I seem to be in the minority of the Star Trek fans I know in that I mostly liked the first two episodes of Star Trek: Discovery.  I hate all the continuity problems caused by the show’s prequel setting (ten years before Kirk/Spock/McCoy’s adventures on the Original Series) — I wish dearly the series was set 100 years AFTER Star Trek: The Next Generation, which would make all of these continuity problems vanish.  But putting those continuity problems aside (which is, admittedly, hard to do), I enjoyed Discovery. It looked great, and I was happy that the show seemed to embrace classic Star Trek themes and morality, portraying heroic Starfleet officers behaving (mostly) the way I believe Starfleet officers should (something that the last three rebooted Trek movies, and even the last two TV series Voyager and Enterprise, often failed to do).  I was interested in the new characters introduced and excited to see a Trek series made with modern-era production values and storytelling approaches (such as serialization).  I was intrigued that these first two episode were basically just a long prologue to whatever the main story of Discovery is going to be — it’s nice to see the time taken to explore this backstory — and I was interested to see what episode three would be like, since presumably this would now start to establish exactly what sort of show Discovery is actually going to be.  Unfortunately, I found episode three, “Context if for Kings,” to be very problematic.  If this is what Discovery is going to be, then we might be in trouble.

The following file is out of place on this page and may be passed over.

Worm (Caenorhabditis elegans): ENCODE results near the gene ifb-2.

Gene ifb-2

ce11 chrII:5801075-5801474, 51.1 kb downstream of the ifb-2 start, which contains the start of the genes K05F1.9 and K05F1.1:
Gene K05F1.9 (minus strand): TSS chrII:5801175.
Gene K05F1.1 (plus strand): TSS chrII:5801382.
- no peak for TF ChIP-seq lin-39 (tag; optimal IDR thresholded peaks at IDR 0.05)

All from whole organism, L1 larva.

Six months after the events of the first two episodes, the Federation and the Klingons are at war and Michael Burnham is in prison.  But while being transferred, her shuttle gets into trouble and she is rescued by the U.S.S. Discovery, an enormous new starship.  Burnham is tasked with assisting with some sort of top-secret experiment that the officers on board Discovery are conducting, an experiment that led to the destruction of Discovery’s sister-ship and the loss of all hands.  Yadda yadda yadda, it’s no surprise that Burnham winds up a member of Discovery’s crew by the end of the episode, albeit reluctantly.